When we think of ‘the Victorians’, we’re actually often thinking of a very specific group of people.
This is a usually a representational issue. White, upper-class, able-bodied people are the ones we see in most photographs of ‘the Victorians’ (though not all). These are ‘the Victorians’ most often depicted on-screen, or written about in neo-Victorian fiction.
If these are the ‘typical’ Victorians in our view, what was it like to be an atypical Victorian?
In posterity, the Victorians are not known for their kindness towards those who were ‘different’. Freak shows and asylums spring readily to mind—and these were also a part of the equation. The historical reality is (as always) more complicated, however. Looking at the daily lives of the disabled in the Victorian era, Historic England has the following to say:
In 1848 a religious advice pamphlet observed: “Some boys laugh at poor cripples when they see them in the street. Sometimes we meet a man with only one eye, or one arm, or one leg, or who has a humpback. How ought we to feel when we see them? We ought to pity them.”
The writer had a sting in the tail for the jeering boys. While cripples might be made “bright and beautiful” by God on judgement day, wicked able-bodied children who laughed at them could be “burned in a fire that will never be put out”. These were the ambivalent Victorian attitudes towards disability—a combination of fear, pity, discomfort and an idea of divine judgement.
This is not, on the whole, a positive perspective.
There were charitable bodies for the blind, the ‘deaf and dumb’, ‘lunatics’, ‘idiots’, ‘epileptics’ and ‘the deformed’. They offered education (Association for the Oral Instruction of the Dumb), work (Liverpool Workshops and Home Teaching Society for the Blind), hospital treatment (National Hospital for the Paralysed and Epileptic) and many other services.
Many disabled people simply lived their lives purposefully in their communities. In 1894 the first branch of the Guild of the Brave Poor Things (motto: ‘Happy in My Lot’) was formed as a self-help group for people with physical disabilities. They described themselves as a group to “make life sweet for the blind and crippled folk of all ages”.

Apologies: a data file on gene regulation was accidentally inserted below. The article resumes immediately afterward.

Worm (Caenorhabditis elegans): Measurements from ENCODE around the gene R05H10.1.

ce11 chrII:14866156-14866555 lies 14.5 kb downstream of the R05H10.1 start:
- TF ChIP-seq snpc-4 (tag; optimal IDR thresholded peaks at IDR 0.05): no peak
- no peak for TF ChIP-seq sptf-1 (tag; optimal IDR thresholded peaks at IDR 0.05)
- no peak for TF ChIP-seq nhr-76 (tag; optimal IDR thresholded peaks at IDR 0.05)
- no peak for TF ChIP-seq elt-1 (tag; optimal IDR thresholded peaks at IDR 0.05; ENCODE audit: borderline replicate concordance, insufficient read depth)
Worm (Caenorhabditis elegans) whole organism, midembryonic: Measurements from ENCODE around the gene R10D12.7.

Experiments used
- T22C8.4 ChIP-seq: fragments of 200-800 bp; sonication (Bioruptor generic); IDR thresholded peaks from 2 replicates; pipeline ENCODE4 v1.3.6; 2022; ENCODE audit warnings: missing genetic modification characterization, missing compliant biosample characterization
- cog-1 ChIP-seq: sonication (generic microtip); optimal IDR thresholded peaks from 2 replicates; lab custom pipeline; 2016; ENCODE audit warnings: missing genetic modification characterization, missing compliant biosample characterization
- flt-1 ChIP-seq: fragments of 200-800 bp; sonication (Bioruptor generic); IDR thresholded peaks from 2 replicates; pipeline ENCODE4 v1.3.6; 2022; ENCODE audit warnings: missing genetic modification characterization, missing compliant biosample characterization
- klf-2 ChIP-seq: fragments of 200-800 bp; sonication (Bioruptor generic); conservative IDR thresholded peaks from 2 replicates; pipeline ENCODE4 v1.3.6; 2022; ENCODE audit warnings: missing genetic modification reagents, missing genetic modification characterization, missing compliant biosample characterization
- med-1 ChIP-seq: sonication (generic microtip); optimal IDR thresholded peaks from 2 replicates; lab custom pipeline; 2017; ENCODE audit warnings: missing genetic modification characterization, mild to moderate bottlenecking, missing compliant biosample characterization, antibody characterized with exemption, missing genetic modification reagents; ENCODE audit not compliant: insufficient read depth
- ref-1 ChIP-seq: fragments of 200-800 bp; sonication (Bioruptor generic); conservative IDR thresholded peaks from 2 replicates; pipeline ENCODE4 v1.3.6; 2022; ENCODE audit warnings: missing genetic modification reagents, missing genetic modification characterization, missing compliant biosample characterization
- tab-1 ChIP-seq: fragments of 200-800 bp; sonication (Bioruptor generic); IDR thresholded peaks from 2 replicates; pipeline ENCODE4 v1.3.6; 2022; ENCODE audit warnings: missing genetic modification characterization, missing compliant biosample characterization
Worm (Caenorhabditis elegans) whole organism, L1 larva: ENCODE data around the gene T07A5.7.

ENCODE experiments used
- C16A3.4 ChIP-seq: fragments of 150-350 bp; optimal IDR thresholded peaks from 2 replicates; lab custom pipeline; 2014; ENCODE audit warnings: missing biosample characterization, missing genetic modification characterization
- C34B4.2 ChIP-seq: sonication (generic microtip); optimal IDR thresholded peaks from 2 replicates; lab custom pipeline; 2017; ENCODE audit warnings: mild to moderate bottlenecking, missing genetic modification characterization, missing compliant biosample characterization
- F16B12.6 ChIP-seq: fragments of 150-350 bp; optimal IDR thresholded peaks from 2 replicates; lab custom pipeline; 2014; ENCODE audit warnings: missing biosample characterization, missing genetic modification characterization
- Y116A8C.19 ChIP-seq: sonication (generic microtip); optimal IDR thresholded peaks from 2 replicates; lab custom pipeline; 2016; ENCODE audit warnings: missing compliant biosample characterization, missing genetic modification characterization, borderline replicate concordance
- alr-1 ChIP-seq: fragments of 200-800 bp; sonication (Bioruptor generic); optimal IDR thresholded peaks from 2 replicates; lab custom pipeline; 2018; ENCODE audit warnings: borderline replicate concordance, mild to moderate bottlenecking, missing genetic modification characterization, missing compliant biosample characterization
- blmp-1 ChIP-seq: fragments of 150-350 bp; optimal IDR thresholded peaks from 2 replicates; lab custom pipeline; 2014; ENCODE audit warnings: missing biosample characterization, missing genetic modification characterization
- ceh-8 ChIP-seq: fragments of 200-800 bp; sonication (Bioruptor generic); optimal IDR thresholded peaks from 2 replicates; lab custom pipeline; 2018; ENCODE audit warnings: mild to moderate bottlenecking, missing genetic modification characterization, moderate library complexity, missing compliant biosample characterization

Conveying a sense of pride and solidarity, they used popular military imagery of the period to create positive feelings about their disabilities, referring to themselves as “a great army of suffering ones”. Their annual report in 1902 described how they “go out daily into a battle-field, where pain is the enemy to be met and overcome”.
If you’re interested in reading more about disability in the Victorian age, The Victorian Web has severalresources and reviews on the topic.
It’s been less than a year since Penny Dreadful ended dramatically in its third season, but this week brings the announcement of a collection of academic essays dedicated to the show. Edited by Manchester Metropolitan University‘s Jon Greenaway and Stephanie Reid, the collection looks to explore the show’s Gothic and Victorian heritage, as well as its contemporary contexts.
If you’re working on Penny Dreadful, do consider submitting an abstract to Penny Dreadful: Gothic Reimagining and Neo-Victorianism in Modern Television. The deadline is 15 May. Click here to download a Word version of the CfP. Text version follows:
Penny Dreadful (2014-2016) has become one of the most critically well-regarded shows of the post-millennial Gothic television revival, drawing explicitly on classic tropes, texts and characters throughout its three-season run. However, despite the show’s critical success and cult following, a substantive academic examination of the show has yet to be undertaken.
This edited collection seeks to address the current lack within Gothic studies scholarship, and situate Penny Dreadful as a key contemporary Gothic television text. This collection will seek to trace the link between the continued expansion of Gothic television, alongside the popular engagement with Neo-Victorianism. In addition, the collection seeks to examine notions around the aesthetic importance of contemporary Gothic that become particularly prominent against the narrative re-imaginings that occur within Penny Dreadful. This collection explores exactly where Gothic resides within this reflexive, hybridized and intertextual work; in the bodies, the stories, the history, the styling, or somewhere else entirely?
Possible contributions could include, but are no means limited to the following:
Gothic adaptation and/or appropriation?
Pastiche and parody and Gothic aesthetics
‘Global Gothic’ in the sense of its commercialisation
Neo-Victorianism (styling, politics, economics); as well as explorations of the impact of ‘historicizing’ Gothic
Representation of gender within the text, specifically female monstrosity
The Post/Colonial context, as well racialized characterisation and presentation
The reworking/restyling of monsters in contemporary Gothic
Consideration of a ‘Romance’ aesthetic and how this alters conceptions of ‘Gothic’ texts and the influence of ‘romantic’ themes/styles in contemporary Gothic
What the proposal should include:
An extended abstract of 500 words (for a 6,000-word chapter) including a proposed chapter title, a clear theoretical approach and reference to some relevant sources.
Please also provide your contact information, institutional affiliation, and a short biography.